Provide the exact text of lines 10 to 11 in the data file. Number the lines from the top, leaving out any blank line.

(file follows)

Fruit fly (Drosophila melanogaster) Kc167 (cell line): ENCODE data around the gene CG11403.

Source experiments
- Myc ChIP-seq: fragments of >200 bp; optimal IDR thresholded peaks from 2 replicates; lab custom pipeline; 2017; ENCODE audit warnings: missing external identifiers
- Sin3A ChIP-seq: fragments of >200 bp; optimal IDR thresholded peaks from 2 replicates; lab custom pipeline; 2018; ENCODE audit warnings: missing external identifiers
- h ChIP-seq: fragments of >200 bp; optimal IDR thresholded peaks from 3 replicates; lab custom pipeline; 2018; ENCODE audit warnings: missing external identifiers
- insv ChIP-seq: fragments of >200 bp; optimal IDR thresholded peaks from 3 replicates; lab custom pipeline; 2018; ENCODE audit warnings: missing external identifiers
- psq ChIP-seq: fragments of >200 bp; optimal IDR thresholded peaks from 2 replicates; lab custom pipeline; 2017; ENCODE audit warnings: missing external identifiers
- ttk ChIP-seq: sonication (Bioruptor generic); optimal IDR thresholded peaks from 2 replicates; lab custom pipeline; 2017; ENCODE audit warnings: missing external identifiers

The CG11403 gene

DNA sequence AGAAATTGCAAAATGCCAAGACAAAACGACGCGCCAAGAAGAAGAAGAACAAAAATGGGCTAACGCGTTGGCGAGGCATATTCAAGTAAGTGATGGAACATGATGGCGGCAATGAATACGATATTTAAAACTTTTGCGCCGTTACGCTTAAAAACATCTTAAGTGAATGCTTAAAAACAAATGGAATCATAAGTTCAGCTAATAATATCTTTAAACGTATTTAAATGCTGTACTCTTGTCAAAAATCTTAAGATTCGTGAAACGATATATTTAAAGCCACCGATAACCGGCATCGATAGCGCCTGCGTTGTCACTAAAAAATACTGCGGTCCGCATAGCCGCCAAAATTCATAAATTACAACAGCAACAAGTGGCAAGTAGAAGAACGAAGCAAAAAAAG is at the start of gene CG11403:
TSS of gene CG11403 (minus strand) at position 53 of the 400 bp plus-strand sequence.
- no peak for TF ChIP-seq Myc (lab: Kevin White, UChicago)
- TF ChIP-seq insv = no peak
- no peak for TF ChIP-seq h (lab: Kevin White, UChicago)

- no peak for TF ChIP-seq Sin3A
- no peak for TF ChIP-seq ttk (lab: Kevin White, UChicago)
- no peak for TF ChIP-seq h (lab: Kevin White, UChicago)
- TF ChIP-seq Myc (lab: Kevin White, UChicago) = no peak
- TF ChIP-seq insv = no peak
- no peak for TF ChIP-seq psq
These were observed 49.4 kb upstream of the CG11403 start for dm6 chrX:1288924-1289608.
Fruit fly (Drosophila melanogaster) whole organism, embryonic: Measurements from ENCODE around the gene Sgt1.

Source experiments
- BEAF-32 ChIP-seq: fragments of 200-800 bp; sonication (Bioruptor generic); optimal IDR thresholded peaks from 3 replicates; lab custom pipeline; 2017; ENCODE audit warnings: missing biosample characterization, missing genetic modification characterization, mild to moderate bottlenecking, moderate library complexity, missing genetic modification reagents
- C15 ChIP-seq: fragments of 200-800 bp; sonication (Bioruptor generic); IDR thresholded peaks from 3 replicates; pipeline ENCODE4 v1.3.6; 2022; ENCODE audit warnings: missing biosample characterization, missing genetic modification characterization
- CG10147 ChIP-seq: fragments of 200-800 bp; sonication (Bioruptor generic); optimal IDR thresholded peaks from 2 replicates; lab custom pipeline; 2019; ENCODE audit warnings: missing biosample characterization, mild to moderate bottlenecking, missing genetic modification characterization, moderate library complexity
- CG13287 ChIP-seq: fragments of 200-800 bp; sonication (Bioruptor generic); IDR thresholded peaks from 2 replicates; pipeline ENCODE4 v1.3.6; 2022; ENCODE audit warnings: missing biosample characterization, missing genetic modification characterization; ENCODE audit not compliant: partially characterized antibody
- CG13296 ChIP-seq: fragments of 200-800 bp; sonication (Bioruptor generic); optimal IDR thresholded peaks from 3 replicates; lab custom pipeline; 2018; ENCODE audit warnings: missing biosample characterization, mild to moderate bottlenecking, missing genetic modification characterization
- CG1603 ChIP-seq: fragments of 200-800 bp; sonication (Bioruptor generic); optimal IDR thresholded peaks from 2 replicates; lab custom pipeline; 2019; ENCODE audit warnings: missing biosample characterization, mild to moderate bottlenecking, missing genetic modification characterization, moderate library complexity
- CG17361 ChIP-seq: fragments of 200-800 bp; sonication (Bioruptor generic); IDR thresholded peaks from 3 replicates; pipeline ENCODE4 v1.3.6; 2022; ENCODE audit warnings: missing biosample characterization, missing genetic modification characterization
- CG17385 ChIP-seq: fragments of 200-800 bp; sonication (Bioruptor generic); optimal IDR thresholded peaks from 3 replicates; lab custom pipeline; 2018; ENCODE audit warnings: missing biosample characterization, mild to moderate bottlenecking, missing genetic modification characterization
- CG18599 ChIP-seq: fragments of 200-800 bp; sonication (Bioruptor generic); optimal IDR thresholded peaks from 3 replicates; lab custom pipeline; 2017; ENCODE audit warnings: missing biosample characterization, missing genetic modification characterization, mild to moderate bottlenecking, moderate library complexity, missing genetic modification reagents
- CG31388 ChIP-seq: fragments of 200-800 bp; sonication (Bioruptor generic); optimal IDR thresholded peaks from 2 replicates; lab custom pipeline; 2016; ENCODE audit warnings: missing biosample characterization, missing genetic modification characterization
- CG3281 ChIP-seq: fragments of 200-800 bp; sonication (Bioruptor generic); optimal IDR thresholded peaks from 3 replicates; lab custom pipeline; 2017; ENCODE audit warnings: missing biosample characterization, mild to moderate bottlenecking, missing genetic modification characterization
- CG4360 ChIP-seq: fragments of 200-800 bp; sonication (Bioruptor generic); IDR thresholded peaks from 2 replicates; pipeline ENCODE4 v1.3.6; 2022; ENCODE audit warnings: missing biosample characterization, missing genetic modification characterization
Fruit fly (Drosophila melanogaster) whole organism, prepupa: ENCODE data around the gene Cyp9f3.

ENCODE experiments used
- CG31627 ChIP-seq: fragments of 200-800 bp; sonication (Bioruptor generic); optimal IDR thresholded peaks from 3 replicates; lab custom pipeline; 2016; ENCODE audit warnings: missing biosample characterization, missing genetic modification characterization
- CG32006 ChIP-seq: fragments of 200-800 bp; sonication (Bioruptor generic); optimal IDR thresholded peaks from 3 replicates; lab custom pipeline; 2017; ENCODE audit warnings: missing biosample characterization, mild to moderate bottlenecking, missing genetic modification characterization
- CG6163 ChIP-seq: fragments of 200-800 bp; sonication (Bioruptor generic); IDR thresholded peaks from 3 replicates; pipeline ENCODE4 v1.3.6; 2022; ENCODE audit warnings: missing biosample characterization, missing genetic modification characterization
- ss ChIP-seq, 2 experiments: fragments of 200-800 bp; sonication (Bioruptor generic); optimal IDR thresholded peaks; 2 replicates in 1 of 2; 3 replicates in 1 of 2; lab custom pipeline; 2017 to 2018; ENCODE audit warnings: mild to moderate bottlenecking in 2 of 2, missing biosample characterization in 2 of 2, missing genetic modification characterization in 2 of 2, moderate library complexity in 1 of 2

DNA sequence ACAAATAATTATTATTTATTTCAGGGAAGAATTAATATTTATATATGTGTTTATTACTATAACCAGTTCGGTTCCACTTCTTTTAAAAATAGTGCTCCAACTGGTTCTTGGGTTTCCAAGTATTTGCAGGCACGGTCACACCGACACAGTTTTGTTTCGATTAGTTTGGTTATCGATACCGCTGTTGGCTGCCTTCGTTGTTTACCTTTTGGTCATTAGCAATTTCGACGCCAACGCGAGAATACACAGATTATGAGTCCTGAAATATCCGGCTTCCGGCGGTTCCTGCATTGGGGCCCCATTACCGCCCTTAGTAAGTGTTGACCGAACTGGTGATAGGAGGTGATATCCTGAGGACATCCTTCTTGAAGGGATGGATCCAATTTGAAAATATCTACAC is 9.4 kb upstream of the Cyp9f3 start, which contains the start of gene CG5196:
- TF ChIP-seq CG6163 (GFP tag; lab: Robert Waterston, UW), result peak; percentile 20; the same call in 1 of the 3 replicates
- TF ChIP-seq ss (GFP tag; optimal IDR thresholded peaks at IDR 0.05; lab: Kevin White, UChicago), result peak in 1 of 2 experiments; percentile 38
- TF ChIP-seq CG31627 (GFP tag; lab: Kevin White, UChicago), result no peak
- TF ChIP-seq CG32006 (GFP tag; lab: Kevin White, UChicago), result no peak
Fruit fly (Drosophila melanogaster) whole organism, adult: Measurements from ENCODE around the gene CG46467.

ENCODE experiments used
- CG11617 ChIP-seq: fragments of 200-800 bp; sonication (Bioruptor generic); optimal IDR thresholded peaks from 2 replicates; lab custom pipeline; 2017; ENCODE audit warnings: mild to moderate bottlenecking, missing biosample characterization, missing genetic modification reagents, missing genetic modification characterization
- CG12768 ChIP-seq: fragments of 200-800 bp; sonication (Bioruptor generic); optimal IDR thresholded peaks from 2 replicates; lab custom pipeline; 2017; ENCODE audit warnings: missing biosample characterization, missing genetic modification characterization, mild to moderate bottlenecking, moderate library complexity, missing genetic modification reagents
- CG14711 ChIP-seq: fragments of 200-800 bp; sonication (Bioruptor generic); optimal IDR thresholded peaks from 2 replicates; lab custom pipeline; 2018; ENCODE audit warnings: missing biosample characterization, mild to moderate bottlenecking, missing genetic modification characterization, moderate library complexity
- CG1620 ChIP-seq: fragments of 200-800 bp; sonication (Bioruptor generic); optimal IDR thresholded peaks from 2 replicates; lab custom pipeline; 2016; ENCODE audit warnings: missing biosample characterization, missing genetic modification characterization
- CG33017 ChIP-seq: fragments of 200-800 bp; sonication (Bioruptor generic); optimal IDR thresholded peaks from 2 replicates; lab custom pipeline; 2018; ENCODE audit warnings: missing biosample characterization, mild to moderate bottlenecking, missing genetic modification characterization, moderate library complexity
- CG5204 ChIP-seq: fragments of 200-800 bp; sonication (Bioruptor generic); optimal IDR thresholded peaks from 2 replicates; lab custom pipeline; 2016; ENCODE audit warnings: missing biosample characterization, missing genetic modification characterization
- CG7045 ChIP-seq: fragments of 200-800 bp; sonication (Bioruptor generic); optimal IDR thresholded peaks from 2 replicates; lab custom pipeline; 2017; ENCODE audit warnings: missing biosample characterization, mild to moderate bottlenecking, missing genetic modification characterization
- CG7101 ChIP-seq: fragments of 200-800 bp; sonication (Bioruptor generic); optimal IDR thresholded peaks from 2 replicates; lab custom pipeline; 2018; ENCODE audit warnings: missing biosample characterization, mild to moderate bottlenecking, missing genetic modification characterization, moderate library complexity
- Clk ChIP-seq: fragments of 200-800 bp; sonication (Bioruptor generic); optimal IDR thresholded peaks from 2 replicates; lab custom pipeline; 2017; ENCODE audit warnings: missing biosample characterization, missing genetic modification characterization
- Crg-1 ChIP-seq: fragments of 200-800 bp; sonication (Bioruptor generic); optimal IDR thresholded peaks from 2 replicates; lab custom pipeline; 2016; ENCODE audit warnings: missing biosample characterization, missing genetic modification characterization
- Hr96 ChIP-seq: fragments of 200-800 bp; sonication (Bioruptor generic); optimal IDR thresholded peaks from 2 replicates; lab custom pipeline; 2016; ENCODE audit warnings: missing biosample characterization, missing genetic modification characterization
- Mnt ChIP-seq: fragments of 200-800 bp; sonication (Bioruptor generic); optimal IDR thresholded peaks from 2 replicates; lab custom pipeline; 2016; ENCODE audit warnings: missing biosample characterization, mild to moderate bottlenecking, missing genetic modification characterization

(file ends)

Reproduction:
DNA sequence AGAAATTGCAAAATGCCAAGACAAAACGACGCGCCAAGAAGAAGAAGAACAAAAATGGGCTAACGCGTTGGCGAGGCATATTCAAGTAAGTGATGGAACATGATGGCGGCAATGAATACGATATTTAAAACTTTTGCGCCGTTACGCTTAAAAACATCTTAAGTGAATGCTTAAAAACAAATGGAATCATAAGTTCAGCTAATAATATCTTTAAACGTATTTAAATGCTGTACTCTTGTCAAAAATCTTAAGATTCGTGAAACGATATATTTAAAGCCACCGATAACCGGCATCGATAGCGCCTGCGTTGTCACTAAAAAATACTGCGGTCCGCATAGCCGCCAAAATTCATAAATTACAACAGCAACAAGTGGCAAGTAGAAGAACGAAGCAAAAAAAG is at the start of gene CG11403:
TSS of gene CG11403 (minus strand) at position 53 of the 400 bp plus-strand sequence.